Europeans Meet Again to Define Lebanon Force European foreign ministers meet in Brussels in an attempt to clearly define Europe's role in a U.N. peacekeeping force for Lebanon. U.N. Secretary General Kofi Annan's presence shows the importance the U.N. attaches to a strong European component for the force.
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Europeans Meet Again to Define Lebanon Force

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Europeans Meet Again to Define Lebanon Force

Europeans Meet Again to Define Lebanon Force

Europeans Meet Again to Define Lebanon Force

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European foreign ministers meet in Brussels in an attempt to clearly define Europe's role in a U.N. peacekeeping force for Lebanon. U.N. Secretary General Kofi Annan's presence shows the importance the U.N. attaches to a strong European component for the force.

RENEE MONTAGNE, host:

European foreign ministers are meeting today in Brussels. Their aim is to clearly define Europe's role in a U.N. peacekeeping force for Lebanon. U.N. Secretary General Kofi Annan will also be there, a sign of the importance that the U.N. attaches to a strong European component for the force.

Yesterday France announced it will contribute a total of 2,000 troops, some of which are already there. NPR's Emily Harris is covering this story in Brussels. And, Emily, how has yesterday's announcement by the French affected today's talks?

EMILY HARRIS reporting:

Well, it seems to have given some momentum to what's been quite a slow process of getting firm European commitments, particularly to putting soldiers on the ground between Israel and Hezbollah, which is what the U.N. says is needed.

This put some pressure on other European countries to make concrete offers. And it's expected some other offers could come today. But there's also a meeting in New York on Monday on this topic, and some announcements may be coming next week.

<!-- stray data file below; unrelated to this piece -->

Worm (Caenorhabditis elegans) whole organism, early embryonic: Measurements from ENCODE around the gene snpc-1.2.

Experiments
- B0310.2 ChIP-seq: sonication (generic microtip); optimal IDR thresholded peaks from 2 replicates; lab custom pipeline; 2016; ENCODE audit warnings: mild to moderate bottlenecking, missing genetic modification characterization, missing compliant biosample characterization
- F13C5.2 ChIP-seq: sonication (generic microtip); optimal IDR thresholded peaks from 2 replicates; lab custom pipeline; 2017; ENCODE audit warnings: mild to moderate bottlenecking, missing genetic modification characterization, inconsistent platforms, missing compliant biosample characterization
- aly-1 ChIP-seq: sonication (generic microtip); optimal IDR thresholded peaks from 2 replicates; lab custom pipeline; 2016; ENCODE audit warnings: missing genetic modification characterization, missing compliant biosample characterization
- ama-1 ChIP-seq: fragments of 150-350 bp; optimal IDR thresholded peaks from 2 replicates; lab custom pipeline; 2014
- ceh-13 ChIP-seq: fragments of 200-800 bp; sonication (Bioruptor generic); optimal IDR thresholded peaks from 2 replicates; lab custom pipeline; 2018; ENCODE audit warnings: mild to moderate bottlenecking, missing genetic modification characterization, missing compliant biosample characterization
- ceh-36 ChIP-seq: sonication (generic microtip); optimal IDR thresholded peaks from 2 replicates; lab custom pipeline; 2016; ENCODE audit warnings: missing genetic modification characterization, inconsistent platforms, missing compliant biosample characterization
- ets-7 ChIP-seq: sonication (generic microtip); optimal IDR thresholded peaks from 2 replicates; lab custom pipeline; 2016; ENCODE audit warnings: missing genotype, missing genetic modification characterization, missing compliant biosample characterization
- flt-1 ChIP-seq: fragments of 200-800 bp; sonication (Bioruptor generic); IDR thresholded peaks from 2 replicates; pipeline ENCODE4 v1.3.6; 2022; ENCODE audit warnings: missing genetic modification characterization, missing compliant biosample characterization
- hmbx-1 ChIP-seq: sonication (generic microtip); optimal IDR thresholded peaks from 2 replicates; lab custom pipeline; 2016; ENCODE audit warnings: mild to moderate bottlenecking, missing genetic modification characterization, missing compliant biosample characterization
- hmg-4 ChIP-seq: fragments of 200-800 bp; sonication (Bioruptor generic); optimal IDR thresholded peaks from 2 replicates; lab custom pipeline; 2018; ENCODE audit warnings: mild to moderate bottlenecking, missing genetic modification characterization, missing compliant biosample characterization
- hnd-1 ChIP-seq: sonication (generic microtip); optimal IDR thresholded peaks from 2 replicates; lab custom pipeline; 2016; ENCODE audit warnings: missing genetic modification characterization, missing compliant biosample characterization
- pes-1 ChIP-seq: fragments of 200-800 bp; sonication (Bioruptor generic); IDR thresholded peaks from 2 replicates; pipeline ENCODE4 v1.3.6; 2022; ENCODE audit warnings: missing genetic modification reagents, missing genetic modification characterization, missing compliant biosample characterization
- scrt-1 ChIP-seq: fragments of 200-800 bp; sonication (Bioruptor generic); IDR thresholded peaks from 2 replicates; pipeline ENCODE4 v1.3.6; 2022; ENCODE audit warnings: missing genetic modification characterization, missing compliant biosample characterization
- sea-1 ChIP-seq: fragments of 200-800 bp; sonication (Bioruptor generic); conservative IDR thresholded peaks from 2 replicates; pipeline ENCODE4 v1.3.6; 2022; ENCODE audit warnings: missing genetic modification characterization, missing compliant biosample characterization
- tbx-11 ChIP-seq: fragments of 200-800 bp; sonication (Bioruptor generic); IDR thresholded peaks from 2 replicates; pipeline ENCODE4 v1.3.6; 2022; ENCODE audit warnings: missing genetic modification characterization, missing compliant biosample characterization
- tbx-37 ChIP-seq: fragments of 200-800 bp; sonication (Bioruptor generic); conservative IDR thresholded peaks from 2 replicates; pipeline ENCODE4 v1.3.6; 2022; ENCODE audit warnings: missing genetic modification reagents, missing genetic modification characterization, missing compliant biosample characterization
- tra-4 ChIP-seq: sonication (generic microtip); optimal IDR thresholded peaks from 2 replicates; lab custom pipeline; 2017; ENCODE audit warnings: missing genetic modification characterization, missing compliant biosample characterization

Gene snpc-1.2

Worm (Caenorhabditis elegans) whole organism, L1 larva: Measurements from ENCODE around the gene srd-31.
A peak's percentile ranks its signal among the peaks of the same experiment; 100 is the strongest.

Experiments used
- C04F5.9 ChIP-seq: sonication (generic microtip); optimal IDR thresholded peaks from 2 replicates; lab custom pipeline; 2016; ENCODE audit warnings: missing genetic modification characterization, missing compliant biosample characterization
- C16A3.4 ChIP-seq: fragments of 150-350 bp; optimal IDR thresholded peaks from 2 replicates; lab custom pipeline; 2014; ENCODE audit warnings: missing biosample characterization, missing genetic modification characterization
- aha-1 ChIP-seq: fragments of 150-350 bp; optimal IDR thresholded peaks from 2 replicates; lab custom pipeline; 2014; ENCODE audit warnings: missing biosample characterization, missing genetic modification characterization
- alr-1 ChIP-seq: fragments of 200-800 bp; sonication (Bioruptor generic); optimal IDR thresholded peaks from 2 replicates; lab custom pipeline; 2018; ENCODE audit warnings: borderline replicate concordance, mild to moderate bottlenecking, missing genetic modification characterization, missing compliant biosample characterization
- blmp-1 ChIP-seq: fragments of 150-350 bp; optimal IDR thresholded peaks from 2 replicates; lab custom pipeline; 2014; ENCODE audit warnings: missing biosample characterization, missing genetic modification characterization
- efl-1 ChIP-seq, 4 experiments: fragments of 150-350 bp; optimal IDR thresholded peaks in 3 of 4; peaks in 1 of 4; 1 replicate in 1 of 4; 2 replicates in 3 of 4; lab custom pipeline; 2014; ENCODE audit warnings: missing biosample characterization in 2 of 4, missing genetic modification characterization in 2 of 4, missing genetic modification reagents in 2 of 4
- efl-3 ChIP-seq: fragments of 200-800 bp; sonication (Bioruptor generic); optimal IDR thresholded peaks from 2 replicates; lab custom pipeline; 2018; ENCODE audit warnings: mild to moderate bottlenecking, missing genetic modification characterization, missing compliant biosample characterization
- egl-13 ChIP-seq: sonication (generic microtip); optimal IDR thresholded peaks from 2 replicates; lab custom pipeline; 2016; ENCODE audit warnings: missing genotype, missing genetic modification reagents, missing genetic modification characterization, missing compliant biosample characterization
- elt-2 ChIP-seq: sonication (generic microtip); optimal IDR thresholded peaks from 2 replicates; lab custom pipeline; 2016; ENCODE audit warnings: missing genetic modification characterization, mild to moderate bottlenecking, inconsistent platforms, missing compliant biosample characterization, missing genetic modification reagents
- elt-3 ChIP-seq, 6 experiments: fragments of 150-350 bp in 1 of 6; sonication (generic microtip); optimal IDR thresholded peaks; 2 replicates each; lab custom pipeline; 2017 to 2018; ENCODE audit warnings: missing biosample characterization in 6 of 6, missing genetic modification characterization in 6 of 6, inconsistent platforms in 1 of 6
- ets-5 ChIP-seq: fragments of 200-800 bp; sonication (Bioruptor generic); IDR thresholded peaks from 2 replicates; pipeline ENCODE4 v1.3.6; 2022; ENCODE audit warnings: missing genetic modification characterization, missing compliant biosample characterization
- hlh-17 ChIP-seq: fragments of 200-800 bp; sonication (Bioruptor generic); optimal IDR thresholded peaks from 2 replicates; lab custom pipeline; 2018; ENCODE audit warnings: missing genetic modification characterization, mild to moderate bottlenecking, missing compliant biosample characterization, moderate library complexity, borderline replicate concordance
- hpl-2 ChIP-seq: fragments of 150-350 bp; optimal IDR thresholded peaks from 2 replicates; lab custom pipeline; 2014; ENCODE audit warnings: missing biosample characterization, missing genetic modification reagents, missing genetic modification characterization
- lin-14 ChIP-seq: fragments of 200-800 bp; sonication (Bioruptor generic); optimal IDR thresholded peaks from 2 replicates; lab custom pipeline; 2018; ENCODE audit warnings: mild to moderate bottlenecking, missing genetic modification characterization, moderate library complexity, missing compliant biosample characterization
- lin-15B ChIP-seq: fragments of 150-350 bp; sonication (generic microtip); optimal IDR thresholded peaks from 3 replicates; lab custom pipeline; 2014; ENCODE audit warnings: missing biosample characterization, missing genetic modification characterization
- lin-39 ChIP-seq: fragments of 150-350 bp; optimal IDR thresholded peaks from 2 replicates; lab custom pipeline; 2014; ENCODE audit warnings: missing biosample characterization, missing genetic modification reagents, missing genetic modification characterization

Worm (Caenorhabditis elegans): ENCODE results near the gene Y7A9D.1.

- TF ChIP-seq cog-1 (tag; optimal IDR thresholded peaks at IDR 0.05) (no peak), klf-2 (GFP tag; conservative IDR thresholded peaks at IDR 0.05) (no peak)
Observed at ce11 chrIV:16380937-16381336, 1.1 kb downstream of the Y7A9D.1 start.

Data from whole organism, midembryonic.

MONTAGNE: You know, what's interesting about this is France was originally expected to send a couple of thousand troops, lead the force - then last week it backed off that commitment and sent 200 combat engineers to Lebanon, indicated that would be it. Why has France now reversed course and returned to a bigger contribution?

HARRIS: It's not entirely clear. French President Jacques Chirac said, in a speech on national television announcing the troop contributions last night, that he was given assurances and clarifications by the United Nations on some questions regarding the chain of command and how much freedom troops on the ground would have to move and respond to hostile situations.

But the French were quite closely involved in documents that spelled those issues out. So it's not clear what clarifications were needed. There's also been reports that the delay in France came from disagreements within the French government.

This is a really tricky situation to send peacekeepers in between Hezbollah and Israel. Politicians know it could be really dangerous for troops. And basically no nation wants to get itself into a position of potentially being blamed if the cease-fire doesn't hold.

Chirac also did mentioned yesterday, when he announced the new troop promises, that he got assurances from Lebanon and Israel that the troops will, quote, be in a position to fulfill the mission on the ground. And he didn't exactly spell out what that means, but all European governments are concerned their troops don't wind up in the middle of something that they can't stop or become targets.

MONTAGNE: So at this point is the U.N. close to getting all the troops it needs?

HARRIS: The acceptable numbers and the target dates to having troops on the ground have been slipping a little bit. The overall target is 15,000 international troops. But the U.N. says, if they can pull off nine or ten thousand, that would be significant they say.

Remember that this is along with 15,000 Lebanese troops on the ground. The idea is to have the international force support the Lebanese military. Chirac did say in his speech yesterday, that several Muslim nations in Asia will participate, although it wasn't clear what he meant because Israel has objected to offers from several majority Muslim Asian nations that don't recognize Israel diplomatically.

MONTAGNE: And what about the U.N. force military observers already on the ground? A couple of thousand of them - been there for several years in southern Lebanon.

HARRIS: So the new troops that are coming in are aiming to beef that mission up with a new mandate and, you know, considerably more bodies. And the hope is that these new bodies can be in place, potentially, at least some of them, by next week. Maybe three, three-and-a-half thousand by the beginning of September is what the U.N. is shooting for. The rest may take several months to be actually on the ground.

MONTAGNE: Emily, thanks very much.

HARRIS: Thanks, Renee.

MONTAGNE: NPR's Emily Harris speaking from Brussels.

This is MORNING EDITION from NPR News.

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